Our short-term experiences are good. Importantly, there is no donor mortality accompanied with a low donor morbidity (4.3%). The 90-day recipient morbidity and mortality level were also low (4.3%) and even better than the ones reported from the ALPPS (Association Liver Partition and Portal vein ligation for staged hepatectomy) registry that represents a similar surgical strategy for the same indication in technically resectable patients. Assuming the dogma that the incidence of morbidity of the living donors depends on the mass of parenchyma resected, we have chosen this “double equipoise”14 concept shifting the risk from the donor to the recipient. Moreover, the relevantly low living donor risk of a left lateral donation, associated to the absence of harm on the waiting list, maximize the overall transplant benefit of RAPID setting (Fig. 4). In this context, when planning the individual protocols in the centers, all were inspired by the recent publications of the RAPID procedure from the Oslo group6 (the patients of the RAPID trial are also included in this series) and from Scatton et al16,17 and applied this method of the 2-stage liver transplantation for noncirrhotic indications.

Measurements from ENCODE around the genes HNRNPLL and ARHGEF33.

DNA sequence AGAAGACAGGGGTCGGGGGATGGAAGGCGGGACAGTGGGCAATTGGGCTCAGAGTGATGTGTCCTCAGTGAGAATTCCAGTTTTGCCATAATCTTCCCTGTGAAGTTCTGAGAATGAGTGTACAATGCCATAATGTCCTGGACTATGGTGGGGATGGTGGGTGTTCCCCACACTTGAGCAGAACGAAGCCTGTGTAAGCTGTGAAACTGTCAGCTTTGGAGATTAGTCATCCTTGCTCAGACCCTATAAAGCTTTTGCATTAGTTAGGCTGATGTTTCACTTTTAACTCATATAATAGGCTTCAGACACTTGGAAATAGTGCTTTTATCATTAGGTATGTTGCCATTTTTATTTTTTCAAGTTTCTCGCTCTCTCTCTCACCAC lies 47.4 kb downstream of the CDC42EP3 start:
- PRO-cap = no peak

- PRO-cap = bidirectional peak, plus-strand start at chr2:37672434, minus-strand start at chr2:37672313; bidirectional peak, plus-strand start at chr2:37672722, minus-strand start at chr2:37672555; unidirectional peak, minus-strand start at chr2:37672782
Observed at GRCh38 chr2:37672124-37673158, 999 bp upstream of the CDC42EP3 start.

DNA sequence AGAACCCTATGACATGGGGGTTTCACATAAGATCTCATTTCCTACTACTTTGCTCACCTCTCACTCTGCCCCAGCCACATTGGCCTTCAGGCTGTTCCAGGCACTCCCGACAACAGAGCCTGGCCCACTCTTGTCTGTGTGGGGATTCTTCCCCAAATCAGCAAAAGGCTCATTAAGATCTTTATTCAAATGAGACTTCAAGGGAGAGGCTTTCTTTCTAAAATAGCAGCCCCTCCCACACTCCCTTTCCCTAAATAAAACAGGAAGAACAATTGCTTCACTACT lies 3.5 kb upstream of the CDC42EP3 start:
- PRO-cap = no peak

Equipoise in liver transplantation: RAPID technique optimizes the ratio between harm (donor and waiting list) and benefit. Illustration according to Vitale et al. LDLT indicates living donor liver transplantation; LT, liver transplantation; RL, right lobe.15